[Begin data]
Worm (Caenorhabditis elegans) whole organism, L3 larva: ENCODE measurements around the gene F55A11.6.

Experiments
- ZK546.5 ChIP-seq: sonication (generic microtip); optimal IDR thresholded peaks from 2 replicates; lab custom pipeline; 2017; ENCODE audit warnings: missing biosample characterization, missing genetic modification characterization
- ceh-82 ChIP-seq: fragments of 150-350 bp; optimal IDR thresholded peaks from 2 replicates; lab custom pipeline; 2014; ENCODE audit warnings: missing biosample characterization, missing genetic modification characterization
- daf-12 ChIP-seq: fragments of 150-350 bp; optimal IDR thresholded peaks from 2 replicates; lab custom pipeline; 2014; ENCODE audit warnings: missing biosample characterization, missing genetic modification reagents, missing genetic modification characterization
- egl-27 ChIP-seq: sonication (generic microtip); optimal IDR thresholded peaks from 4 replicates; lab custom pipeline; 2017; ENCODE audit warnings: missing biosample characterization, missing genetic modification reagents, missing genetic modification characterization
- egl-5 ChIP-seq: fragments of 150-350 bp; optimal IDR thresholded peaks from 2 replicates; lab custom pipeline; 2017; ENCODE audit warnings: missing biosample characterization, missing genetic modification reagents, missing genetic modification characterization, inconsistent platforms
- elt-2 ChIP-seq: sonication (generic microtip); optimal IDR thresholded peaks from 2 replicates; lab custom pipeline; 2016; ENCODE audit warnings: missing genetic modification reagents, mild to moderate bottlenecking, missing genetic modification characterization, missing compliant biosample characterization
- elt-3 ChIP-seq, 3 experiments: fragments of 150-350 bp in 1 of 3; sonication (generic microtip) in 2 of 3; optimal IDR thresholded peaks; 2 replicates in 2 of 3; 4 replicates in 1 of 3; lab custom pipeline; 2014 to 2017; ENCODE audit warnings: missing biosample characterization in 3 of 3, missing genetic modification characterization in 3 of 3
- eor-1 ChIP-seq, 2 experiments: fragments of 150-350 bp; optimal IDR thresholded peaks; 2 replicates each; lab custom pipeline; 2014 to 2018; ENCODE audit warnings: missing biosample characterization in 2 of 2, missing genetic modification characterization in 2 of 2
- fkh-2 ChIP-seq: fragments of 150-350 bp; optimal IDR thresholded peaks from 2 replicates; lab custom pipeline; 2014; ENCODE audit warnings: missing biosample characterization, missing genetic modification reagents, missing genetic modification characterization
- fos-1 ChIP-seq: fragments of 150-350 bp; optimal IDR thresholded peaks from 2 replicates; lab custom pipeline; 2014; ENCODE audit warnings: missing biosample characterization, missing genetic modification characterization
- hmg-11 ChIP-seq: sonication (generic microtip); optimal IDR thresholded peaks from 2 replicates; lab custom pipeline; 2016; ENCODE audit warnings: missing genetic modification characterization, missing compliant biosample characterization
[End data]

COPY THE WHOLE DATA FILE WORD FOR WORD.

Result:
Worm (Caenorhabditis elegans) whole organism, L3 larva: ENCODE measurements around the gene F55A11.6.

Experiments
- ZK546.5 ChIP-seq: sonication (generic microtip); optimal IDR thresholded peaks from 2 replicates; lab custom pipeline; 2017; ENCODE audit warnings: missing biosample characterization, missing genetic modification characterization
- ceh-82 ChIP-seq: fragments of 150-350 bp; optimal IDR thresholded peaks from 2 replicates; lab custom pipeline; 2014; ENCODE audit warnings: missing biosample characterization, missing genetic modification characterization
- daf-12 ChIP-seq: fragments of 150-350 bp; optimal IDR thresholded peaks from 2 replicates; lab custom pipeline; 2014; ENCODE audit warnings: missing biosample characterization, missing genetic modification reagents, missing genetic modification characterization
- egl-27 ChIP-seq: sonication (generic microtip); optimal IDR thresholded peaks from 4 replicates; lab custom pipeline; 2017; ENCODE audit warnings: missing biosample characterization, missing genetic modification reagents, missing genetic modification characterization
- egl-5 ChIP-seq: fragments of 150-350 bp; optimal IDR thresholded peaks from 2 replicates; lab custom pipeline; 2017; ENCODE audit warnings: missing biosample characterization, missing genetic modification reagents, missing genetic modification characterization, inconsistent platforms
- elt-2 ChIP-seq: sonication (generic microtip); optimal IDR thresholded peaks from 2 replicates; lab custom pipeline; 2016; ENCODE audit warnings: missing genetic modification reagents, mild to moderate bottlenecking, missing genetic modification characterization, missing compliant biosample characterization
- elt-3 ChIP-seq, 3 experiments: fragments of 150-350 bp in 1 of 3; sonication (generic microtip) in 2 of 3; optimal IDR thresholded peaks; 2 replicates in 2 of 3; 4 replicates in 1 of 3; lab custom pipeline; 2014 to 2017; ENCODE audit warnings: missing biosample characterization in 3 of 3, missing genetic modification characterization in 3 of 3
- eor-1 ChIP-seq, 2 experiments: fragments of 150-350 bp; optimal IDR thresholded peaks; 2 replicates each; lab custom pipeline; 2014 to 2018; ENCODE audit warnings: missing biosample characterization in 2 of 2, missing genetic modification characterization in 2 of 2
- fkh-2 ChIP-seq: fragments of 150-350 bp; optimal IDR thresholded peaks from 2 replicates; lab custom pipeline; 2014; ENCODE audit warnings: missing biosample characterization, missing genetic modification reagents, missing genetic modification characterization
- fos-1 ChIP-seq: fragments of 150-350 bp; optimal IDR thresholded peaks from 2 replicates; lab custom pipeline; 2014; ENCODE audit warnings: missing biosample characterization, missing genetic modification characterization
- hmg-11 ChIP-seq: sonication (generic microtip); optimal IDR thresholded peaks from 2 replicates; lab custom pipeline; 2016; ENCODE audit warnings: missing genetic modification characterization, missing compliant biosample characterization